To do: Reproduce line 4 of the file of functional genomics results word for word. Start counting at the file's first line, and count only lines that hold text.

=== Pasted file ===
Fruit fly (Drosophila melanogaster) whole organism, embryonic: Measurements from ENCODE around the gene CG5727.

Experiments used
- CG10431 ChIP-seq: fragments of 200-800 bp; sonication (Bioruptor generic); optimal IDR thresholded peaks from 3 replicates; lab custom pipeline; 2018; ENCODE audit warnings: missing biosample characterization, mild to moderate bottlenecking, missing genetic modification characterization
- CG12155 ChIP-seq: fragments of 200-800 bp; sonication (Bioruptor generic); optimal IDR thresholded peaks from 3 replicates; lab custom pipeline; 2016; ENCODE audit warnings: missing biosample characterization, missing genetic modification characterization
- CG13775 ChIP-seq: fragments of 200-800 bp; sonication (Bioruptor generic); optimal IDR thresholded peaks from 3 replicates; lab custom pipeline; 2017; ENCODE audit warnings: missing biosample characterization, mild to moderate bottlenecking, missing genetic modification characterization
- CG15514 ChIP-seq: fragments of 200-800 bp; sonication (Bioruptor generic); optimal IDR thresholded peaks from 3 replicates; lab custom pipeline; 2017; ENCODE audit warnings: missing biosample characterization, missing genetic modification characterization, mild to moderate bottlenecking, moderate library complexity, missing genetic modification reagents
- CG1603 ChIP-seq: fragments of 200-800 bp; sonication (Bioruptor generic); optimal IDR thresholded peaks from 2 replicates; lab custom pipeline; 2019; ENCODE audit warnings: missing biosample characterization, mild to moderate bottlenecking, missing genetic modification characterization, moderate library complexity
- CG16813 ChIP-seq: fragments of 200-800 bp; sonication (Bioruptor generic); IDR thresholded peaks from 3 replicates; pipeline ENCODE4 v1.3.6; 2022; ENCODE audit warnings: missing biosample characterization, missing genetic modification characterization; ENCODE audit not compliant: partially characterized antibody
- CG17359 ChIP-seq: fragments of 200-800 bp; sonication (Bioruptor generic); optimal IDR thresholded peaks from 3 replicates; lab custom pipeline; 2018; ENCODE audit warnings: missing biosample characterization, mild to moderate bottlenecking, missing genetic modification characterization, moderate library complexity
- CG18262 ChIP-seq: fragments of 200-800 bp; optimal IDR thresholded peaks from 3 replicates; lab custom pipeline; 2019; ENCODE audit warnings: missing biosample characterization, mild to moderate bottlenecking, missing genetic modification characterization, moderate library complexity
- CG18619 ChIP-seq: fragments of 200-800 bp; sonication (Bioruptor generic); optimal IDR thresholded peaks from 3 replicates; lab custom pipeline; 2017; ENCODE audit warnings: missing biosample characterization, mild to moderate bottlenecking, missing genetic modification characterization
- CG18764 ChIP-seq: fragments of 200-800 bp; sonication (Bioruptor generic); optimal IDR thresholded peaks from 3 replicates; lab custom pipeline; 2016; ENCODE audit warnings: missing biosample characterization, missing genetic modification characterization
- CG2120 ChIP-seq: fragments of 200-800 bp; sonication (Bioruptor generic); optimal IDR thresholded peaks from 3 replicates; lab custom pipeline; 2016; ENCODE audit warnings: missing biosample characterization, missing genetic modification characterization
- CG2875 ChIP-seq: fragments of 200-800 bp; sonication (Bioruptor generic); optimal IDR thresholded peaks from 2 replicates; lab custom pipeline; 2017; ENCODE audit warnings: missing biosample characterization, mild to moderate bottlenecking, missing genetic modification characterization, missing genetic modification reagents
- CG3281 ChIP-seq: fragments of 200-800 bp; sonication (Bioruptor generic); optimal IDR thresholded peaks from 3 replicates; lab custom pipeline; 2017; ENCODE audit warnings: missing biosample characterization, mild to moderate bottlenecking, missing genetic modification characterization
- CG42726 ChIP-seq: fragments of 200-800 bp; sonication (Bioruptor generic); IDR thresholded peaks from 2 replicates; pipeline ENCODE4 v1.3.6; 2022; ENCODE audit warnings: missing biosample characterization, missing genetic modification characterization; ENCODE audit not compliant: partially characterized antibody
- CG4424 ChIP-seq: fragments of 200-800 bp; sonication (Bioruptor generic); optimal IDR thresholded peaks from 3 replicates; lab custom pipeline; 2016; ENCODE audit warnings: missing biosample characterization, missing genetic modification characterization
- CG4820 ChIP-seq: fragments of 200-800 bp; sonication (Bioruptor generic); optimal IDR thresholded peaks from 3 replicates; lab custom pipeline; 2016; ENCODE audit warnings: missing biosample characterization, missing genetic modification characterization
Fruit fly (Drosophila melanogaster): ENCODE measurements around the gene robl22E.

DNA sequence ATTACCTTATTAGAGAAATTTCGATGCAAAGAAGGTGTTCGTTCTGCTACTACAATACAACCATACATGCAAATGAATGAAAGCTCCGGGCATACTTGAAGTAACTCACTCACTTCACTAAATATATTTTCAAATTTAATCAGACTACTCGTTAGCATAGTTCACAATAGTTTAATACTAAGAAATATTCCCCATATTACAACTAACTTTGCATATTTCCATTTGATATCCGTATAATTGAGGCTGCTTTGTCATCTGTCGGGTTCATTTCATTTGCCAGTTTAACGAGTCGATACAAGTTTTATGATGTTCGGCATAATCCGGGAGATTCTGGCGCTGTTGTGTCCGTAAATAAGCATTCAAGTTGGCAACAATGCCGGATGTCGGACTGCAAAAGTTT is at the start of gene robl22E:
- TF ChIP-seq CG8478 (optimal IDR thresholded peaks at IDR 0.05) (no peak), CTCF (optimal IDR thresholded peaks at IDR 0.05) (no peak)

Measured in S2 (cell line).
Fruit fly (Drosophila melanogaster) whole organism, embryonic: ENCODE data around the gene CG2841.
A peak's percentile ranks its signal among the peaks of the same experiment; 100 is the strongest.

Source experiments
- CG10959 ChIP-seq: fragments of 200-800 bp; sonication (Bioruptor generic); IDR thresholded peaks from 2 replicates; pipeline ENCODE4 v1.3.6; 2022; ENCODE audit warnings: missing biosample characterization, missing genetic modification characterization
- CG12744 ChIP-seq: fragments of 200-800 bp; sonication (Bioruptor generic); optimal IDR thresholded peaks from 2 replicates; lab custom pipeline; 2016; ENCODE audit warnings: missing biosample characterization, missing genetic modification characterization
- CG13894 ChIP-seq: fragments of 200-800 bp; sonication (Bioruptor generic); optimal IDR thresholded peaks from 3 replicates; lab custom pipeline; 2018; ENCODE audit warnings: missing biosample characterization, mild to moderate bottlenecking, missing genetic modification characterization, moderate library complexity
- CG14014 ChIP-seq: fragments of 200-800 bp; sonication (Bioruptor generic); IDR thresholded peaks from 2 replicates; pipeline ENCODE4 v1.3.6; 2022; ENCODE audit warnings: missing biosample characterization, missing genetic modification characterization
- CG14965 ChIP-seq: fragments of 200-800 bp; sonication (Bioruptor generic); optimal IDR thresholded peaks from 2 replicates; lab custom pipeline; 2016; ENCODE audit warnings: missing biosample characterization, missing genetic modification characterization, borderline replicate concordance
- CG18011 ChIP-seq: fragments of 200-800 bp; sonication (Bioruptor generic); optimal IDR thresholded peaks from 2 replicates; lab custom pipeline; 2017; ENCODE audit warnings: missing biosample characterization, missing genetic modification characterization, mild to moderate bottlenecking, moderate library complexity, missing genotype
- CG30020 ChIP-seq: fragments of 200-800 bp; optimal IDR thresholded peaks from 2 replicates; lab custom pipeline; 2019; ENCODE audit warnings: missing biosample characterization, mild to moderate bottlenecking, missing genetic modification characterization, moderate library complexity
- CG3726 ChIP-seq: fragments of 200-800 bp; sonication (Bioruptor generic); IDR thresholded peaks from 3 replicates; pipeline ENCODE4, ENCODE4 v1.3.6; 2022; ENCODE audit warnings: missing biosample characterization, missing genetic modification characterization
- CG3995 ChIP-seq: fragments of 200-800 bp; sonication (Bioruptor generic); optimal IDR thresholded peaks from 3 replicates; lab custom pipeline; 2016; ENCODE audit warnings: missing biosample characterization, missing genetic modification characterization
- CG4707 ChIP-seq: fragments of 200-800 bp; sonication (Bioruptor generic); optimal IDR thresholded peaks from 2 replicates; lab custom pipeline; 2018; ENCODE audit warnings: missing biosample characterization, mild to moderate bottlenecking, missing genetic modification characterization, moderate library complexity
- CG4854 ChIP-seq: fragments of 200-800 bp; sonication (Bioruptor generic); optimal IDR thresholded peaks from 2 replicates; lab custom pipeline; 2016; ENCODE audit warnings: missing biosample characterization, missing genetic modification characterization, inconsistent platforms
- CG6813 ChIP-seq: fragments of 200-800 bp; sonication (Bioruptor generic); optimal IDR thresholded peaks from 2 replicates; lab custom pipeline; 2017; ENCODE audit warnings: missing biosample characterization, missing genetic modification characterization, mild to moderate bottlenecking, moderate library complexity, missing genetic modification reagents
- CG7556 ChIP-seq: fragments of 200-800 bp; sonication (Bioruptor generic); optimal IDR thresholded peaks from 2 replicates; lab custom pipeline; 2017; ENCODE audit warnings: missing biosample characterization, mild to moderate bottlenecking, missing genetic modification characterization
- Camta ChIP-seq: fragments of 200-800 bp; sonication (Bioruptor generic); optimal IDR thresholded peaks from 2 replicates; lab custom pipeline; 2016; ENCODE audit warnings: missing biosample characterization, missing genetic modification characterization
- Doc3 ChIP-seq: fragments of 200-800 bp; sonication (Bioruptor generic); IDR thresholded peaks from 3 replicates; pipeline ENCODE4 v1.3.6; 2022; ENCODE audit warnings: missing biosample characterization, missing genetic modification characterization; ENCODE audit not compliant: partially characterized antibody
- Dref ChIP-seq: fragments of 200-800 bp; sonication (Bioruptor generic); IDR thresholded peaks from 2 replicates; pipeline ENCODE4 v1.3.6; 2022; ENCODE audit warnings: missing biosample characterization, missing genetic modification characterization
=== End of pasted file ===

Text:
- CG12155 ChIP-seq: fragments of 200-800 bp; sonication (Bioruptor generic); optimal IDR thresholded peaks from 3 replicates; lab custom pipeline; 2016; ENCODE audit warnings: missing biosample characterization, missing genetic modification characterization